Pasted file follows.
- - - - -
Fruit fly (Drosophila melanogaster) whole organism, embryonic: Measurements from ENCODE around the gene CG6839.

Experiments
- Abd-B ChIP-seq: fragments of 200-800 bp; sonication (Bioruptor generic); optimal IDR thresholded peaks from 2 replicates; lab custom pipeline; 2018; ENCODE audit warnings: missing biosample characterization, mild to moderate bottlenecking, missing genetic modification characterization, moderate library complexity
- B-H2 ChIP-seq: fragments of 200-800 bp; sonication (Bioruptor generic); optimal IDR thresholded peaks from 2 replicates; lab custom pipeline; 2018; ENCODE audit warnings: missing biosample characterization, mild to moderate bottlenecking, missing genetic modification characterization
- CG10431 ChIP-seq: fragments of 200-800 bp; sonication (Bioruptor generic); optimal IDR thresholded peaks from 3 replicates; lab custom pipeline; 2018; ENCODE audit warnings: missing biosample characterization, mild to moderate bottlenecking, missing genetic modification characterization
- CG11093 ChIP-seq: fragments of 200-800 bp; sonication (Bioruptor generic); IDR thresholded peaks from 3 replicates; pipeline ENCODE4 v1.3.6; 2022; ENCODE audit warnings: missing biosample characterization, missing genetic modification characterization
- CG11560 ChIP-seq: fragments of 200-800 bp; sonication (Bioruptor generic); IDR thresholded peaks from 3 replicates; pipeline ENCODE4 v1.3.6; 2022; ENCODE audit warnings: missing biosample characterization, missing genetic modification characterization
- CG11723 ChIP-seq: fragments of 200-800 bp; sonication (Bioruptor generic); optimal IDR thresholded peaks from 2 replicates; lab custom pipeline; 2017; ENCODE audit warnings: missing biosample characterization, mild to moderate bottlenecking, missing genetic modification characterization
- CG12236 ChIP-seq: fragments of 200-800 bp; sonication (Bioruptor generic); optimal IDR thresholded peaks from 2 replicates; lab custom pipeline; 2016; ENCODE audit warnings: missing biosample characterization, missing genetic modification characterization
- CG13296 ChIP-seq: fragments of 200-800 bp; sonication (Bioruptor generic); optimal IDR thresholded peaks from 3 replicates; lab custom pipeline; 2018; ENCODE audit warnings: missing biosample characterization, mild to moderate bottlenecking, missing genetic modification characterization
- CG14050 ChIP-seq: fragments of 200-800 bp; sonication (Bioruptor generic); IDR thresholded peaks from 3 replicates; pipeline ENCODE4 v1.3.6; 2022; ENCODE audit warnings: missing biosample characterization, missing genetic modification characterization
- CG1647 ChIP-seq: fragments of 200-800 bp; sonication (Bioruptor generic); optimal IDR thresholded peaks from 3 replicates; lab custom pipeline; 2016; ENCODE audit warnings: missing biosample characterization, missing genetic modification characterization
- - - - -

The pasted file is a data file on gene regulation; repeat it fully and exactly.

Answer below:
Fruit fly (Drosophila melanogaster) whole organism, embryonic: Measurements from ENCODE around the gene CG6839.

Experiments
- Abd-B ChIP-seq: fragments of 200-800 bp; sonication (Bioruptor generic); optimal IDR thresholded peaks from 2 replicates; lab custom pipeline; 2018; ENCODE audit warnings: missing biosample characterization, mild to moderate bottlenecking, missing genetic modification characterization, moderate library complexity
- B-H2 ChIP-seq: fragments of 200-800 bp; sonication (Bioruptor generic); optimal IDR thresholded peaks from 2 replicates; lab custom pipeline; 2018; ENCODE audit warnings: missing biosample characterization, mild to moderate bottlenecking, missing genetic modification characterization
- CG10431 ChIP-seq: fragments of 200-800 bp; sonication (Bioruptor generic); optimal IDR thresholded peaks from 3 replicates; lab custom pipeline; 2018; ENCODE audit warnings: missing biosample characterization, mild to moderate bottlenecking, missing genetic modification characterization
- CG11093 ChIP-seq: fragments of 200-800 bp; sonication (Bioruptor generic); IDR thresholded peaks from 3 replicates; pipeline ENCODE4 v1.3.6; 2022; ENCODE audit warnings: missing biosample characterization, missing genetic modification characterization
- CG11560 ChIP-seq: fragments of 200-800 bp; sonication (Bioruptor generic); IDR thresholded peaks from 3 replicates; pipeline ENCODE4 v1.3.6; 2022; ENCODE audit warnings: missing biosample characterization, missing genetic modification characterization
- CG11723 ChIP-seq: fragments of 200-800 bp; sonication (Bioruptor generic); optimal IDR thresholded peaks from 2 replicates; lab custom pipeline; 2017; ENCODE audit warnings: missing biosample characterization, mild to moderate bottlenecking, missing genetic modification characterization
- CG12236 ChIP-seq: fragments of 200-800 bp; sonication (Bioruptor generic); optimal IDR thresholded peaks from 2 replicates; lab custom pipeline; 2016; ENCODE audit warnings: missing biosample characterization, missing genetic modification characterization
- CG13296 ChIP-seq: fragments of 200-800 bp; sonication (Bioruptor generic); optimal IDR thresholded peaks from 3 replicates; lab custom pipeline; 2018; ENCODE audit warnings: missing biosample characterization, mild to moderate bottlenecking, missing genetic modification characterization
- CG14050 ChIP-seq: fragments of 200-800 bp; sonication (Bioruptor generic); IDR thresholded peaks from 3 replicates; pipeline ENCODE4 v1.3.6; 2022; ENCODE audit warnings: missing biosample characterization, missing genetic modification characterization
- CG1647 ChIP-seq: fragments of 200-800 bp; sonication (Bioruptor generic); optimal IDR thresholded peaks from 3 replicates; lab custom pipeline; 2016; ENCODE audit warnings: missing biosample characterization, missing genetic modification characterization